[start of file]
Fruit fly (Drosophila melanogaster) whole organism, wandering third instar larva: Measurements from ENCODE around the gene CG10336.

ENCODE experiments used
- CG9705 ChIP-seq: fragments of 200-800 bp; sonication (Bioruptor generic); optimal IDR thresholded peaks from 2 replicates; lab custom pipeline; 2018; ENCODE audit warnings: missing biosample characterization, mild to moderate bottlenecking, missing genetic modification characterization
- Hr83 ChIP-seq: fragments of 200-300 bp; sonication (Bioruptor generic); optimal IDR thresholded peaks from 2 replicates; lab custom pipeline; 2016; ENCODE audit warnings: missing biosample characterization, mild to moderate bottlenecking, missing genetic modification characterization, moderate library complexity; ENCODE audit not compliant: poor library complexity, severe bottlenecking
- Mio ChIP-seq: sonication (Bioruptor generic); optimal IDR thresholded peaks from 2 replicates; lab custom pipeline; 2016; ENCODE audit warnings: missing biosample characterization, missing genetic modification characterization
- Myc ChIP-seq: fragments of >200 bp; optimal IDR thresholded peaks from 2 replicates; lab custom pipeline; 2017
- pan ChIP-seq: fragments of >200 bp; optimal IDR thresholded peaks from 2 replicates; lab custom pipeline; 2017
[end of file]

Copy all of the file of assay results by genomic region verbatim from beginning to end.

Fruit fly (Drosophila melanogaster) whole organism, wandering third instar larva: Measurements from ENCODE around the gene CG10336.

ENCODE experiments used
- CG9705 ChIP-seq: fragments of 200-800 bp; sonication (Bioruptor generic); optimal IDR thresholded peaks from 2 replicates; lab custom pipeline; 2018; ENCODE audit warnings: missing biosample characterization, mild to moderate bottlenecking, missing genetic modification characterization
- Hr83 ChIP-seq: fragments of 200-300 bp; sonication (Bioruptor generic); optimal IDR thresholded peaks from 2 replicates; lab custom pipeline; 2016; ENCODE audit warnings: missing biosample characterization, mild to moderate bottlenecking, missing genetic modification characterization, moderate library complexity; ENCODE audit not compliant: poor library complexity, severe bottlenecking
- Mio ChIP-seq: sonication (Bioruptor generic); optimal IDR thresholded peaks from 2 replicates; lab custom pipeline; 2016; ENCODE audit warnings: missing biosample characterization, missing genetic modification characterization
- Myc ChIP-seq: fragments of >200 bp; optimal IDR thresholded peaks from 2 replicates; lab custom pipeline; 2017
- pan ChIP-seq: fragments of >200 bp; optimal IDR thresholded peaks from 2 replicates; lab custom pipeline; 2017